While the Eiffel Tower was negatively received at first for its utilitarian appearance, it soon became a major attraction for Paris, France in the late 19th century. It represented structural ingenuity and innovation and soon became a major feat, rising to 300 meters of7,500 tons of steel and iron. Just three years after its unveiling, London sponsored a competition for its own version of the tower in 1890. The Tower Company, Limited collected 68 designs, all variations of the design of the Eiffel Tower. Proposals were submitted from the United States, Canada, Germany, Sweden, Italy, Austria, Turkey and Australia. Many of the designs are bizarre interpretations of utilitarian structures, following the aesthetics of the Eiffel Tower, only bigger and taller.
Join us after the break for more on the story of the Tower of London.
As we shared with you earlier last month, Danish architectural firm, CEBRA, in partnership with Ski Travel Agency Danski, is working on a new project of epic proportions: the world’s largest Skidome. Skidome Denmark will be shaped rather like a snow-flake, with three 700m, criss-crossing arches (the tallest one reaching 110 m high). While a structure that size is hard to wrap one’s head around, this cool new video gives a great idea of the Skidome’s awesome scale.
More info and images of the World’s Largest Skidome, after the break…
The GSA has announced that Skidmore, Owings, & Merrill have been selected as the architects of the new Los Angeles Federal Courthouse, which will house the U.S. District Court, Central District of California, and the U.S. Marshals Service. The architects beat out 3 other shortlisted teams to win the $318 million project.
According to the GSA, ”The new 550,000-square-foot building will be a sustainable, cost-effective, state-of-the-art court facility that includes security upgrades that are not available in the current 312 North Spring Street courthouse.”
The site, located at 107 South Broadway (down the street from Morphosis’ Caltrans building, LA’s City Hall, and the Walt Disney Concert Hall) has been dormant since 2007; although a $1.1 billion design by Perkins + Will was selected soon after, it was abandoned when Congress slashed the GSA’s construction budget. The GSA considers the approval of the new redevelopment plan a “major milestone.”
More info and images, after the break…
The Independent reports that nearby construction (which visibly moves the ground the building sits on) has weakened the 83-year-old foundations dangerously. Konstantin Melnikov’s grand-daughter (and current resident of the house), Ekaterina Karinskaya, further told The Independent that, due to broken heating pipes, the wooden house spent more than 50 days without heating in what were often sub-zero temperatures.
Although there have been interests expressed to turn the house into a museum, a tense legal debate between Ms. Karinskaya and a developer has put any plans on stand-still. Meanwhile, time is running out for the architectural icon.
More on the Melnikov House debate, after the break…
Welsh industrial designer Ross Lovegrove interviews Japanese artist Mariko Mori ahead of her first exhibition in London in 14 years. The exhibition, at the Royal Academy of Arts, will showcase previously unseen pieces from the past 11 years as well as new work. Both Lovegrove and Mori share a futuristic aesthetic – with much of their work also inspired by nature and history. Speaking in Lovegrove’s studio, the pair discuss themes in Mori’s upcoming exhibition, the links between science and art and the nature of our future.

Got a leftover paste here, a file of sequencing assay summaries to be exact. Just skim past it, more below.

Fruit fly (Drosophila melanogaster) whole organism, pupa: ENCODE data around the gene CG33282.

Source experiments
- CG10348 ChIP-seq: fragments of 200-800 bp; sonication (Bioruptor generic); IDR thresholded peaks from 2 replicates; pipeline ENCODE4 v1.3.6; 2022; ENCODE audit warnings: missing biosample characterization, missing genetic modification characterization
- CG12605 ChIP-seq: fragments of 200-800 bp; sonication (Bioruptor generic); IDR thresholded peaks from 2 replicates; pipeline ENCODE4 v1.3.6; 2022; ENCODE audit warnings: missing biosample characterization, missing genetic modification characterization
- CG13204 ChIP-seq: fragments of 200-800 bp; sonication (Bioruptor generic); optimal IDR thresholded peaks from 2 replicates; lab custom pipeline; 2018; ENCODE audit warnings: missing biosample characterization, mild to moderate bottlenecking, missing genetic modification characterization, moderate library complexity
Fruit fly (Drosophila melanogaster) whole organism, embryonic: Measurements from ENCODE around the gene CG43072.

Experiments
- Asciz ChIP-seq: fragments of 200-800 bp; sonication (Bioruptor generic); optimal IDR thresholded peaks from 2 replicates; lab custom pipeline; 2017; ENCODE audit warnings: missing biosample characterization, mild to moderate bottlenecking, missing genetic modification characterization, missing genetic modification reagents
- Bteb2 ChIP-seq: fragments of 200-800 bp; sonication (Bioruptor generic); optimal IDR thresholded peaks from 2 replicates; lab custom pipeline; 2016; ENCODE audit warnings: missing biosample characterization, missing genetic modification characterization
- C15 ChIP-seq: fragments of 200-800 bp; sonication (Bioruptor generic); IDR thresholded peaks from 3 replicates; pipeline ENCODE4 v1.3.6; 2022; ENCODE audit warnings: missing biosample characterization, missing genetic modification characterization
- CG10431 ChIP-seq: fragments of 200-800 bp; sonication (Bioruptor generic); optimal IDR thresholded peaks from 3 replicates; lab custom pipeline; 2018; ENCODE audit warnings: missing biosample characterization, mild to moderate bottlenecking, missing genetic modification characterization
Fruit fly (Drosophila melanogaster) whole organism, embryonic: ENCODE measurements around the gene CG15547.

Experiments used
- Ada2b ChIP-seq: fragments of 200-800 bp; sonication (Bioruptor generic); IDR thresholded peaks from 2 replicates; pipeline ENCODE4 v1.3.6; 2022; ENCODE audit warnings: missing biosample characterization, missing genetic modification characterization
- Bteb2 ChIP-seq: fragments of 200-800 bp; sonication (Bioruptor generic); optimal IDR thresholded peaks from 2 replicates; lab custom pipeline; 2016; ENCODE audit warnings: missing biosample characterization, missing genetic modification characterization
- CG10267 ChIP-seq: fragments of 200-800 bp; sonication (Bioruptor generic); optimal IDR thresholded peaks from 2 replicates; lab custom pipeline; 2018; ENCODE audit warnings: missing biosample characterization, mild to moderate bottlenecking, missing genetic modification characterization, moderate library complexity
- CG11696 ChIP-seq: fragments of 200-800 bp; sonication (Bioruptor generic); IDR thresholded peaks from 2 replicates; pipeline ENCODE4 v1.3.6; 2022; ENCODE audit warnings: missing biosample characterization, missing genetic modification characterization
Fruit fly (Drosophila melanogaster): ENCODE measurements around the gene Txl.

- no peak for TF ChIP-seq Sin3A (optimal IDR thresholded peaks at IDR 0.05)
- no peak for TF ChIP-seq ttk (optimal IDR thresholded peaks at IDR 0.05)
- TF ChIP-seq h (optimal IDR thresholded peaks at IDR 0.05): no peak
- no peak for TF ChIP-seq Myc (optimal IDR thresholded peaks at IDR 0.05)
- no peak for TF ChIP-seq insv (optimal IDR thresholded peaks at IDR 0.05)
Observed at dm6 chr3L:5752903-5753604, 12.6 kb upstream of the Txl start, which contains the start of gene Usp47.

The Sketch, Script, Score. Figures of Architectural Thinking event is a conversation between Wiel Arets, Peter Wilson and Cino Zucchi presenting the “Inspiration and Process in Architecture” Moleskine book series. The event takes place at ANCB The Metropolitan Laboratory in…
While known as the extraordinary city which Niemeyer built, Brasilia is not without its problems. As a recent BBC article noted, while Niemeyer’s architecture is certainly appreciated by its residents, the city itself (designed for the car) lacks a human-scale, mixed neighborhoods, and the vibrant street life which so defines Rio de Janeiro or São Paulo. The city is in need of a face-lift, but who should be responsible for Brasilia’s new face?
Well, if the debates and arguments at the XXIV Pan American Congress of Architects (XXIV CPA), which took place this November, are anything to go by, it certainly should not be those who have just been given the job.
Brasilia’s Government has contracted consulting company Jurong, based in Singapore, with designing a new Masterplan known as “Brasilia Plan 2060.” The move, which was taken with no outside participation or input, was criticized (loudly) – not only by Brazilian architects and urban planners, but by the majority of American and European professionals present at the XXIV CPA.
More details on this controversial move, after the break…
Singapore-based DP Architects has played a significant role in shaping Orchard Road’s present form. Since the practice’s establishment in 1967, it has designed, retrofitted and reworked nearly thirty projects on Orchard Road, oftentimes reinterpreting the same building several times over a period spanning two or three decades. These projects cumulatively represent over one million square metres of mixed-use commercial space – a rare example of the comprehensive, long-term influence of a single design firm on an urban centre.
The proposal by Joan Alomar…, of Estudio Lunar, presents a building that completes the urban block and blends in to the neighborhood of Casablanca. This concept leads the architecture that mimics the events at it’s surroundings, the nature, vernacular